Thursday, November 3, 2016

Nottoway Plantation - White Castle, LA (The Nation's Largest Plantation)

31025 Louisiana Hwy 1
White Castle, LA 70788

            After over two months of covering haunted locations, I would like to hope that you have learned a few things about the great state of Louisiana. You have been introduced to the state’s amazing history, our intriguing culture and my lame attempts at humor. If you have made it this far, consider yourself one of the select few that has been able to tolerate me for so long. For the others that turned their nose as soon as they read my misinterpretations of the Biscuit Palace and the Sausage Man’s House, they sure missed out on what I would like to consider a hidden gem of Louisiana haunted history, told in a very different tone. I have never liked books that read out like a college text book. I try to write like I speak, which doesn’t necessarily mean it is gold but it seems to work for some. Sometimes, it’s not how you finish the race, just as long as you make it to the end.  
            I have touched on nearly every single plantation in Louisiana, which conveniently all seem to have a haunted past. It’s really no huge surprise that the plantation-to-hauntings ratio is so high, as these homes are all so old with such a dense amount of history. Lots of blood, sweat and tears went into these homes, which is always a great place to start when culminating the birth of a haunting. In an era ravaged with war and disease, life expectancies were not very long whether the causes have been natural or other. While some plantations have stayed within the same family for years, others have been sold more times than one can remember. We have touched on the most famous, most haunted and most notorious plantations that Louisiana has to offer. It is only suiting that we save the largest plantation, not only in the state, but in the country, for last.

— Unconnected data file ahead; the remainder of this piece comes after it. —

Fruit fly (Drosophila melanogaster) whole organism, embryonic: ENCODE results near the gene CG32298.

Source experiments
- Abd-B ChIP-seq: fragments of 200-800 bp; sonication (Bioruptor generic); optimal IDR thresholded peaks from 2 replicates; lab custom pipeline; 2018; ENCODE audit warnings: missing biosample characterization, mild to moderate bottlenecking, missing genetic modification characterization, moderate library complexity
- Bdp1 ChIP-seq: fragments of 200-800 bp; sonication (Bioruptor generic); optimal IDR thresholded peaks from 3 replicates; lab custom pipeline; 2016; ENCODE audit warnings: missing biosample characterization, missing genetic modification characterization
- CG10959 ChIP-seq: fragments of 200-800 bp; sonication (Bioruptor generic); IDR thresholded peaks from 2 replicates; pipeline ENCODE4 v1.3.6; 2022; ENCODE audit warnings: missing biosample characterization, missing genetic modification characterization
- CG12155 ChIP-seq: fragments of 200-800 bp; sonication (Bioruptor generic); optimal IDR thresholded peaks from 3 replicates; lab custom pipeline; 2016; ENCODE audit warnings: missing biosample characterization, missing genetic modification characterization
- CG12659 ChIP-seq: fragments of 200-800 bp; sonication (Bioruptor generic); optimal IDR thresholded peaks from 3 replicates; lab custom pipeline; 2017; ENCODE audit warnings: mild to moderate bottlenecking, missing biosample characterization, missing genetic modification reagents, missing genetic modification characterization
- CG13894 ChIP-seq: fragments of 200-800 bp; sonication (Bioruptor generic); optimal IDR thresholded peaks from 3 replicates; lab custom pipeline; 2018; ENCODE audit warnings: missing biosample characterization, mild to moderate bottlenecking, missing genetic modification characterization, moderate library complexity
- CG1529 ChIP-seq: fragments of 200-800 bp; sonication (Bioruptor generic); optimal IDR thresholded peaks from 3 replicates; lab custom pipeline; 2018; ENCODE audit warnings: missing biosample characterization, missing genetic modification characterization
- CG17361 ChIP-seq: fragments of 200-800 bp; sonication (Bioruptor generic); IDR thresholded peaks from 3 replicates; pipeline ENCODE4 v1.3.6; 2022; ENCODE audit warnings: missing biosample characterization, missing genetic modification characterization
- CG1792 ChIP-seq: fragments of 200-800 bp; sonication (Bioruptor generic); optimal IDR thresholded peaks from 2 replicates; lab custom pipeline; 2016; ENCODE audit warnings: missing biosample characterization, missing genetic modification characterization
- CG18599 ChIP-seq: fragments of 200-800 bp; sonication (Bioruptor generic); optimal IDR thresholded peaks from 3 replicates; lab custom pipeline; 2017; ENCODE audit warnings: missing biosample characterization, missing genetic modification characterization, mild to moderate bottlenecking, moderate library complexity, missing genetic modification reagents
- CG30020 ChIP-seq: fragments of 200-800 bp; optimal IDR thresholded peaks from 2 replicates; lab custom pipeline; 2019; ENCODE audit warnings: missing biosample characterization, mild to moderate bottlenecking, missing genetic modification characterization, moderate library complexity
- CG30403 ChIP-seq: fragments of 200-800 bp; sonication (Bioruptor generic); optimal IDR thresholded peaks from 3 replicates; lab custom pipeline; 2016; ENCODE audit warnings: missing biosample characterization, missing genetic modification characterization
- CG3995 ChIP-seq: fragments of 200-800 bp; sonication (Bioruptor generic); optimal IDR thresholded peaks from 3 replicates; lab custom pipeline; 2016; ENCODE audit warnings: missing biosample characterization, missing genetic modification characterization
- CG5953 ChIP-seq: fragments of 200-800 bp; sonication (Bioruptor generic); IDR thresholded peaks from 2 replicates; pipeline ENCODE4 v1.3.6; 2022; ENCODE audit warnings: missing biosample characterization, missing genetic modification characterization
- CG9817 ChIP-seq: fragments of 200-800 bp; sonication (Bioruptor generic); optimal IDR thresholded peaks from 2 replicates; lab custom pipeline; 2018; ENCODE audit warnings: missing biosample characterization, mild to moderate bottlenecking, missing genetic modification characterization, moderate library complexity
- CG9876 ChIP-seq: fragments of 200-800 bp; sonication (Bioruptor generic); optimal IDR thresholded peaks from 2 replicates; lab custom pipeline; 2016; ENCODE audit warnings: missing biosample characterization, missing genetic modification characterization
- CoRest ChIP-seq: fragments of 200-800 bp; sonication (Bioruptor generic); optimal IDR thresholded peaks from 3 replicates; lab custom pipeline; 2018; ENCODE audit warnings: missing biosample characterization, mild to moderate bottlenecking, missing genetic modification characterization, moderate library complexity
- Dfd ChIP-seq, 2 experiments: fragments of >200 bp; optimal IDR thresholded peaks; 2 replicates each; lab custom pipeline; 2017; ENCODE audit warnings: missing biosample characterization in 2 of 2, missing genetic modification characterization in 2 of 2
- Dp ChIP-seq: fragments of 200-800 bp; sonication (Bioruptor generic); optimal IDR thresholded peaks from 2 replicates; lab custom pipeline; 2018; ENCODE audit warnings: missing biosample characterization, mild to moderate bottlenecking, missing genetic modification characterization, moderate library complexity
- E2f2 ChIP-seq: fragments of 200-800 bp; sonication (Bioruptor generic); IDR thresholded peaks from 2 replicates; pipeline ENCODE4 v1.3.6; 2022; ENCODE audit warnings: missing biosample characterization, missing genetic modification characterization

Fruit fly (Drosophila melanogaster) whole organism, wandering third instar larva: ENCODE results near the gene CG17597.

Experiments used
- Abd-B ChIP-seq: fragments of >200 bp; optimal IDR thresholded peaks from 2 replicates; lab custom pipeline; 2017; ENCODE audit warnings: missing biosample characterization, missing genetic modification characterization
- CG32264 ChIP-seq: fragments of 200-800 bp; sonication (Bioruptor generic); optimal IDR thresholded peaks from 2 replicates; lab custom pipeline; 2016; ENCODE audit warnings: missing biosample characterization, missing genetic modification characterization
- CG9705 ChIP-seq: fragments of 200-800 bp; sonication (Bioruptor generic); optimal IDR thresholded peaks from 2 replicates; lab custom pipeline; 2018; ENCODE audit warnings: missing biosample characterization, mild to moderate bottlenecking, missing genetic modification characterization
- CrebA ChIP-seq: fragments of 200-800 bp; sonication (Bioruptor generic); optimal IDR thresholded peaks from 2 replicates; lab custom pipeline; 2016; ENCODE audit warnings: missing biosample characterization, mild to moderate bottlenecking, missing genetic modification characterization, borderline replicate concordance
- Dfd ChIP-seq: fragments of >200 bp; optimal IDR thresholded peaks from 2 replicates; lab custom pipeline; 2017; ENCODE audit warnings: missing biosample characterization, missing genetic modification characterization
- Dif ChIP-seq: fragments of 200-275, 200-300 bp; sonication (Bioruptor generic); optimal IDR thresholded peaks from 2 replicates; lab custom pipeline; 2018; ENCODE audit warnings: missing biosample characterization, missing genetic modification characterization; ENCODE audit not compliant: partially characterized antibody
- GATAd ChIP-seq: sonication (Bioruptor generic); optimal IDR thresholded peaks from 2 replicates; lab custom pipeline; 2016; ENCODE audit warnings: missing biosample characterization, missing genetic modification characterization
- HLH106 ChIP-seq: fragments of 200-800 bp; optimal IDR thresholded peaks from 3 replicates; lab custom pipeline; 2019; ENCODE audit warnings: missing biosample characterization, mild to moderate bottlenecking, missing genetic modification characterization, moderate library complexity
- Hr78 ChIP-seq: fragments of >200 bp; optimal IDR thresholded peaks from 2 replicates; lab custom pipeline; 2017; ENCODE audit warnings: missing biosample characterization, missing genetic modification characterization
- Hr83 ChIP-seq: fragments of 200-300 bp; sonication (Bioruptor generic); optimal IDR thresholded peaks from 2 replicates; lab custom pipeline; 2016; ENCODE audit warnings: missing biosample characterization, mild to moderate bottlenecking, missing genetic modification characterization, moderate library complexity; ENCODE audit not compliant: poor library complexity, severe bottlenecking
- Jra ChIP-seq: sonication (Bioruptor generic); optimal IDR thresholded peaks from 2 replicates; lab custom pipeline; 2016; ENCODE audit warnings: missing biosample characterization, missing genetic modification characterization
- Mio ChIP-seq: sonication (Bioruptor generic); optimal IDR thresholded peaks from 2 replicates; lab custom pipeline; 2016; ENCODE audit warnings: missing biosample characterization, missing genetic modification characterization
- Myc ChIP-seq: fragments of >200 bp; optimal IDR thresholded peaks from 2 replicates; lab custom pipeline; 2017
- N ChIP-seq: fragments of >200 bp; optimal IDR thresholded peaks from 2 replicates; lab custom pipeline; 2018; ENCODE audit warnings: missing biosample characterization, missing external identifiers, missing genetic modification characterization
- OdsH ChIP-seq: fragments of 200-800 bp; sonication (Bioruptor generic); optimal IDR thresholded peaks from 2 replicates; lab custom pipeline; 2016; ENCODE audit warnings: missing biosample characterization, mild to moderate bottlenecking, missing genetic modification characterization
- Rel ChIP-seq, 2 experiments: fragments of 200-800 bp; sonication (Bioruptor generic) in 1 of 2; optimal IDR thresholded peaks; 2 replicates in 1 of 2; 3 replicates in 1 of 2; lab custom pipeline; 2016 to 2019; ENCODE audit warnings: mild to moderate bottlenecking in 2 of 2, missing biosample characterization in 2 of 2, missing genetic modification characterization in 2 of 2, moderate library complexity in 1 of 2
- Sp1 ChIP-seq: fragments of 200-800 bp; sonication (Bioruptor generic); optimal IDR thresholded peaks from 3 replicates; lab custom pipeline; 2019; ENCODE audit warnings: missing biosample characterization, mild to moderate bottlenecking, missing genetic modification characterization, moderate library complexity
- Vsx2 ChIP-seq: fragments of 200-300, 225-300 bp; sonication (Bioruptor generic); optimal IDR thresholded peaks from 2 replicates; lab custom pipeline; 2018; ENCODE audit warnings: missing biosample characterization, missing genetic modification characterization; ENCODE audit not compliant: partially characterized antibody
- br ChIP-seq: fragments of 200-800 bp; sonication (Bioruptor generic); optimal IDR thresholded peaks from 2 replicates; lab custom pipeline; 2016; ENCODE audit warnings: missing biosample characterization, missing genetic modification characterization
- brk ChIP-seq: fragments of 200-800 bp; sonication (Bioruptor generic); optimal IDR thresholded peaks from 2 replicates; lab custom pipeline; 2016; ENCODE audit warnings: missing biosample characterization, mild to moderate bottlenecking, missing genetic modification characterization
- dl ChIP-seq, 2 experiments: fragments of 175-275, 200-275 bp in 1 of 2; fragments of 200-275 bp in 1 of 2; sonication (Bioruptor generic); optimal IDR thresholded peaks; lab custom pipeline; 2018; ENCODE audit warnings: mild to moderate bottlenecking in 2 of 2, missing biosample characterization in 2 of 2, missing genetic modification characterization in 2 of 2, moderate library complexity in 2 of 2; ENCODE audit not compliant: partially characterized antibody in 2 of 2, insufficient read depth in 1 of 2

Nottoway Plantation sits on acres upon acres of sugarcane farmland in the small town of White Castle. It was originally built in 1858 by Virginian, John Hampden Randolph. After marrying
Unique side view of the house.
his wife, Emily Jane Liddell, on December 14, 1837, the two would go on to have a staggering eleven children, with some documents stating a dozen! Obviously, this menagerie of munchkins could not be housed in a simple shotgun cottage so a grand home was dreamed up by Randolph. He began by acquiring land for the house in 1841. By 1860 he owned one hundred and fifty-five slaves and roughly six thousand two hundred acres of land. Around 1855, Randolph began compiling all of the building materials for the home. Slaves were used to make the thousands of handmade bricks as well as harvest, cure and plane the durable cypress. After consulting with numerous architects, he chose New Orleans native, Henry Howard's plan for a sixty-four room mansion.

            Construction of Nottoway Plantation was finished in 1859 at an estimated $80,000, which is staggering for the times. Designed in the Greek Revival and Italianate style for which Howard was renowned, its most unique room is a semi-circular white ballroom with Corinthian columns and hand-
cast archways. The home is truly awe-inspiring, at a size of fifty-three thousand square feet and a total of three hundred sixty five openings, representing each day of the year. In total, the three-storied mansion has six staircases, three bathrooms, twenty-two square columns and what was once even a bowling alley for the children on the first floor. The bowling alley now serves as a museum and banquet area for guests at the plantation.
           When Randolph would die in 1889, his wife would sell the home and land for one hundred thousand dollars. Needless to say, the plantation’s value today has slightly increased! Mrs. Randolph divided the sum equally amongst her surviving children. It is said that on the last day in her beloved mansion, Mrs. Randolph, dressed in black, mournfully walked around the empty home, personally closing the shutters on each of the decorative windows, symbolically closing such a huge chapter in her life. She died in 1904 at the home of her son, John Jr., in Baton Rouge. The Randolph's were both laid to rest at the Blythewood cemetery, along with other relatives, but the family remains were eventually returned to a private cemetery on the grounds of Nottoway in 2003. In recent years, a multi-million dollar renovation has been conducted, adding new buildings to the grounds while expanding upon the total acreage. According to their website, they have a total of forty overnight rooms, two honeymoon suites, a restaurant, outdoor pool, two ballrooms, several meeting rooms, lounge, fitness center, salons and tennis courts.